We have been getting a lot of rain lately, and I noticed that my wife’s 2010 Volvo C30’s floors were wet. There was no signs of an obvious leak, so I went to Google to see what I could find out, and once again, Google came to the rescue.
It seems that there is a common problem on the Volvos where the Sunroof drain tubes separate behind the A-pillar interior trim, so that is where I focused my attention.
Prior to taking the A-Pillar trim apart, I wanted to get the carpet up, so I could start drying the interior. The front seats and the rear bottom seat came out which gave me access to remove the rear piece of carpet. To my surprise, there was about a 1/2″ of water under the carpet. Once I saw this much water, I decided to pull the front carpets also, and I’m glad I did. The carpet has about an inch of foam padding, and this padding was completely saturated, and I think it will take about a week to dry out the foam.
To expedite the removal of water form the interior, I drill two 1/8″ inch holes in the floor. These holes allowed the water to drain, and they will be very easy to seal once the interior is dry.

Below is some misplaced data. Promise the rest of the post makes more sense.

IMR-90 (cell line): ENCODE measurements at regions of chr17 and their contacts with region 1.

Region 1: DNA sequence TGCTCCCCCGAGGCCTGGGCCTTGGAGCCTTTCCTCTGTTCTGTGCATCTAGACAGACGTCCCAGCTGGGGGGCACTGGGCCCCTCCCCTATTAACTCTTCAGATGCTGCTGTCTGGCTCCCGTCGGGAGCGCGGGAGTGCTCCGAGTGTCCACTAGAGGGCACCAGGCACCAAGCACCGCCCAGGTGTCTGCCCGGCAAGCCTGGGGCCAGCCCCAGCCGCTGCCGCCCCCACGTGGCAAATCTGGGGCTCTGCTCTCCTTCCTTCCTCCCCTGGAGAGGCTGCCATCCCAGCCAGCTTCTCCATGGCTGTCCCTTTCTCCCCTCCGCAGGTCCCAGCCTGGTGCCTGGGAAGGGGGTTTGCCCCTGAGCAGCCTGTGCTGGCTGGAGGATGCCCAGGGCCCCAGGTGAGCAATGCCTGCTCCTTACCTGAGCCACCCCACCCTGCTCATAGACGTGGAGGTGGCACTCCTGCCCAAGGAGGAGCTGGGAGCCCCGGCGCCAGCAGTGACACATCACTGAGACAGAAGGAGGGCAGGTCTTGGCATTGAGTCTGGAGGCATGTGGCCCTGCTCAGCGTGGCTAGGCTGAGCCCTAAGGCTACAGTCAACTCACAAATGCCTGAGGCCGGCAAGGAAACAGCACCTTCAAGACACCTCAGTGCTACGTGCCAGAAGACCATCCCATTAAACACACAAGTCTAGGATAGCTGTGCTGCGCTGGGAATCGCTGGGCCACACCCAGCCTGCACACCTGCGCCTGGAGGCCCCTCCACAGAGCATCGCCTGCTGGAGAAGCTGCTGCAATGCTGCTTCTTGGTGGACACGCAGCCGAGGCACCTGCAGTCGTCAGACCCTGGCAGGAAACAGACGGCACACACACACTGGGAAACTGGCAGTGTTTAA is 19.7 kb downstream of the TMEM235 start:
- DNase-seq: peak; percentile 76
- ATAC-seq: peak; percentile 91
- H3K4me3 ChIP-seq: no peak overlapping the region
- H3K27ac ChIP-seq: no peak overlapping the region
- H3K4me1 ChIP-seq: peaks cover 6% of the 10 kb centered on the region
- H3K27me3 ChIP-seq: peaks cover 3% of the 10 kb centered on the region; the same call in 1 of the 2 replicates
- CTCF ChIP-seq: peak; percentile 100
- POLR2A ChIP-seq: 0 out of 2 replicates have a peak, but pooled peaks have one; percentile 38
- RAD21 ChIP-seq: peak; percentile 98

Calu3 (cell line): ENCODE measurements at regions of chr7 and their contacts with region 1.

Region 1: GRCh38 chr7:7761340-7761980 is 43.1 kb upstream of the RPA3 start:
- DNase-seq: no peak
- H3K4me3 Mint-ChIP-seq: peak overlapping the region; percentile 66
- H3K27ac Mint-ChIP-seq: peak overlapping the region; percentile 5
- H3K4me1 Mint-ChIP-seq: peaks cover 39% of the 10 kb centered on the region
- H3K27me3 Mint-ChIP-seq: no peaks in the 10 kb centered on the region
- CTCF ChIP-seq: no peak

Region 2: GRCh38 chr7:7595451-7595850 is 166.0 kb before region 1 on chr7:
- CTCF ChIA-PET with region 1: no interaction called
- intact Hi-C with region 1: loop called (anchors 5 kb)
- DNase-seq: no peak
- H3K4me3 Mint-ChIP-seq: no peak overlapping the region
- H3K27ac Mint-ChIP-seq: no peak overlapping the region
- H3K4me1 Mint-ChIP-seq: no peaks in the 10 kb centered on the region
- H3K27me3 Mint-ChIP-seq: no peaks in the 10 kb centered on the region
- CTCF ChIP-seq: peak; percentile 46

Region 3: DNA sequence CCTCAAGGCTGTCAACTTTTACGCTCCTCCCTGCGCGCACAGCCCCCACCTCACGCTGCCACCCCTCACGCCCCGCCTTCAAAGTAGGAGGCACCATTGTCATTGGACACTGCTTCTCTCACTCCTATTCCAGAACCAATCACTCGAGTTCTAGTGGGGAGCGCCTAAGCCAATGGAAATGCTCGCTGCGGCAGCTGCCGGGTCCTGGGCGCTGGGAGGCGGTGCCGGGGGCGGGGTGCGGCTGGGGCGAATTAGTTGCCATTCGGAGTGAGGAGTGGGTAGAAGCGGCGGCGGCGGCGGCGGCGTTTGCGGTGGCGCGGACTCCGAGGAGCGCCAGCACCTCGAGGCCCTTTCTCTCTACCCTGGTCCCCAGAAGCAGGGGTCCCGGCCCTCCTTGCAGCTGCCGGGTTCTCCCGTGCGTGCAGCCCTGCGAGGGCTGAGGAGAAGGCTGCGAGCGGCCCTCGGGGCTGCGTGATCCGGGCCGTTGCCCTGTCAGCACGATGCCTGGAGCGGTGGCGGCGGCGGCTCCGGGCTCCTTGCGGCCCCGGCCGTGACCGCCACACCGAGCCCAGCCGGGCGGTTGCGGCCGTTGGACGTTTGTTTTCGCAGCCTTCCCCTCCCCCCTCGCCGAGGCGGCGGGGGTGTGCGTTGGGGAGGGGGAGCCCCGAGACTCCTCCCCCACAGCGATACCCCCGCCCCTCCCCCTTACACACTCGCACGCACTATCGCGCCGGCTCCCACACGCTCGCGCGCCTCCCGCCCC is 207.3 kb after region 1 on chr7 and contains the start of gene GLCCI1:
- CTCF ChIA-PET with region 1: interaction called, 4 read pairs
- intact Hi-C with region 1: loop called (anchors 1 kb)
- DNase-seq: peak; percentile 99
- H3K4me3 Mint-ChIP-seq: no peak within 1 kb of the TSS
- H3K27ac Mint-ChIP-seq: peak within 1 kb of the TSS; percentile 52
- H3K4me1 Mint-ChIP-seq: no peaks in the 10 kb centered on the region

Once I got that sorted, I carefully removed the A-pillar trim, and it was obvious that the drain tubes were separated on both sides. The upper tube needed to be lengthened by about an inch to reconnect the upper and lower drain hoses. I cut the upper hose in two about 6″ inches from the end, and went to Lowes to get a piece of hose large enough to fit the Volvo drain hose inside. I found a suitable line, and for $0.45, I had plenty to extend the upper drain lines.
I used about 4″ of the larger hose and slide the two halves of the upper drain line into it, and I did use a little sealant to ensure a water tight connection; then, I slide the upper drain line into the lower drain line. The extended line fit into the lower line by an inch or so. I do not think there is a chance of it separating in the future. The extended drain lines tested good, so I put the trim pieces and seats back into the car.
I thought I would be done, until the carpet drys, but when I started the car, I got a “SRS Urgent” message. Once again, Google came in handy. After reading about the error, my thoughts are that I got the error message due to the seat removal while the battery was still connected which means that the SRS system got a message that the air bags in the seat were disabled. So, the next question is how to reset the error message.
Through Google searches, I found an “advanced” code reader for Volvos which provide the ability to reset SRS codes, so this device is on its way, and I will provide an update once I get a chance to use it.
All in all, fixing the drain tubes was easy, but time consuming due to the seat and carpet removal.